Associate Professor, Department of Communications, George Mason University
Director, Health Communication Minor
Interests: health message design and effects, evaluation of public communication campaigns, health information seeking, information disparities affecting vulnerable populations, news effects on health and risk perceptions, and the role of the self in health behavior and persuasive communication.
Web: GMU page
Address: Robinson Hall A 325
Fairfax VA, 22030
Xiaoquan Zhao received his Ph.D. (2005) from the Annenberg School for Communication, the University of Pennsylvania.
The substantive topics of his work include smoking, drug use, cancer, medical adherence, and climate change. Dr. Zhao’s recent projects include research on the effectiveness of graphic warning labels on cigarette packets, message testing for FDA’s youth tobacco prevention campaigns, evaluation of climate change communication campaigns featuring TV meteorologists as message sources, and studies of self-affirmation as a method to reduce resistance to health and risk communication messages. Dr. Zhao’s has published in leading journals both within and outside of the field of communication, such as the Journal of Communication, Human Communication Research, Communication Research, Communication Monographs, Health Communication, Journal of Health Communication, and Nature Climate Change. His work has received support from both public and private foundations. In 2013-2014, he worked as a Tobacco Regulatory Science Fellow at the FDA’s Center for Tobacco Products.
Dr. Zhao joined GMU in fall 2005. The courses he offers include health communication, persuasion, foundations of mass communication, and research methods.
Conclusions: Both humor and fear appeals in TRC appear to have potential to move youth risk perceptions in a favorable direction. Fear appeals may also increase negative smoking attitudes, whereas the effect of humor appeals in this domain is indistinct. Message-targeted emotions play an important role in youth receptivity to these messages and post-exposure risk perceptions and attitudes. In the interest of diversifying message strategy, employment of both types of appeals in the campaign appears justifiable.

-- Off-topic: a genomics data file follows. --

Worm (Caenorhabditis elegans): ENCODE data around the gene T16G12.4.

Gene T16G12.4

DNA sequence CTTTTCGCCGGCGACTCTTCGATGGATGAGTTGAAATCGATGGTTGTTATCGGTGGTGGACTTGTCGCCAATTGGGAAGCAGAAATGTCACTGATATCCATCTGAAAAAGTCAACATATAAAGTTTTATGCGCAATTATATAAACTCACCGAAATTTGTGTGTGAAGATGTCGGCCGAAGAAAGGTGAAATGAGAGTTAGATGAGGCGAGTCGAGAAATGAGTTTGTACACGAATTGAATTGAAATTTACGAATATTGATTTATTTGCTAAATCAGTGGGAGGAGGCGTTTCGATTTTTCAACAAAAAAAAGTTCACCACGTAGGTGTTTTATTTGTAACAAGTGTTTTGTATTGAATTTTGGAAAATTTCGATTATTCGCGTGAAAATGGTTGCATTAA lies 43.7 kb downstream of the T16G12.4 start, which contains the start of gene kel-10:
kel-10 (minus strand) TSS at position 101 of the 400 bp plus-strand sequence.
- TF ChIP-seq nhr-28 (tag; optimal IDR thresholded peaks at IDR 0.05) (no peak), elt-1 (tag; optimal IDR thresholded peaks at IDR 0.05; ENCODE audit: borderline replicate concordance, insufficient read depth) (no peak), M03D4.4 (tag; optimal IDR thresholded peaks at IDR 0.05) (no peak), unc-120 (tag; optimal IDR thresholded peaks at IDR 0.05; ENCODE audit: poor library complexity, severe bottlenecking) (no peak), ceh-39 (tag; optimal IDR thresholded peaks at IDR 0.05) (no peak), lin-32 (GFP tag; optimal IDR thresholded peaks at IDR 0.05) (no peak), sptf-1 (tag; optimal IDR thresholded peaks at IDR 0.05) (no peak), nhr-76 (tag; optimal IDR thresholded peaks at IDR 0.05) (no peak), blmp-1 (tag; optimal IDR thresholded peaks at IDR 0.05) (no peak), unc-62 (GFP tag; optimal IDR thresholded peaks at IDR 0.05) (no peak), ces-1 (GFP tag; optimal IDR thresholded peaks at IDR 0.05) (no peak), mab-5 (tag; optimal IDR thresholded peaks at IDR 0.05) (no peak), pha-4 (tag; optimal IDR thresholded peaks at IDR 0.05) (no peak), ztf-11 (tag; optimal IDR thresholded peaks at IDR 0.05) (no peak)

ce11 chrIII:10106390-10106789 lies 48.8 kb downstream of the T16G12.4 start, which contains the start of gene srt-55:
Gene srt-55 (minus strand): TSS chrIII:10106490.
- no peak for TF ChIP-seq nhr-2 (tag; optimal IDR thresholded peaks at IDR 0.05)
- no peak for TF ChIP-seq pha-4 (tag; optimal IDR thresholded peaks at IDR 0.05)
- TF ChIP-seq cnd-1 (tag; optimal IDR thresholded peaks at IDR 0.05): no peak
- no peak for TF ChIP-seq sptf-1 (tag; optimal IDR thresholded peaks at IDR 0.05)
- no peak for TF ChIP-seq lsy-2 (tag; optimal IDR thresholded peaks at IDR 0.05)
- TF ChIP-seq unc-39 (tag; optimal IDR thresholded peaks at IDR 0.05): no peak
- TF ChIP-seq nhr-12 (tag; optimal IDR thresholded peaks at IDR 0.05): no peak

Zhao, X., Mao, Q., Kreps, G, Yu, G., Li, Y., Chou, W-Y., Persoskie, A., Nie, X, Xu, Z., Song, M., & Kim, P. (2015). Cancer information seekers in China: A preliminary profile. Journal of Health Communication, 20(5), 616–626. http://doi.org/10.1080/10810730.2015.1012244
Zhao, X., Rolfe-Redding, J., & Kotcher, J. (2014, online first). Partisan differences in the relationship between newspaper coverage and concern over global warming. Public Understanding of Science. Doi: 10.1177/0963662514558992
Zhao, X., Peterson, E., Kim, W., & Rolfe-Redding, J. (2014). Effects of self-affirmation on daily vs. occasional smokers’ responses to graphic warning labels. Communication Research, 41(8), 1137-1158. doi: 10.1177/0093650212465433
Zhao, X., Nan, X., Yang, B., & Iles, I. A. (2014). Cigarette warning labels: Graphics, framing, and identity. Health Education, 114(2), 101–117. doi:10.1108/HE-06-2013-0024
Zhao, X. (2012). Personal values and environmental concern in China and the US: The mediating role of informational media use. Communication Monographs, 79, 137-159. doi:10.1080/03637751.2012.672999
COMM 230- Case Studies in Persuasion
COMM 400- Introduction to Communication Research
COMM 302- Foundations of Mass Communication
COMM 430- Persuasion
COMM 600- Research Methods
COMM 620- Health Communication
COMM 632- Persuasion
COMM 750- Advanced Research Methods
Thursday April 27, 2017
Fair Lakes Hyatt, Fairfax, VA
Organized by GMU Department of Communication
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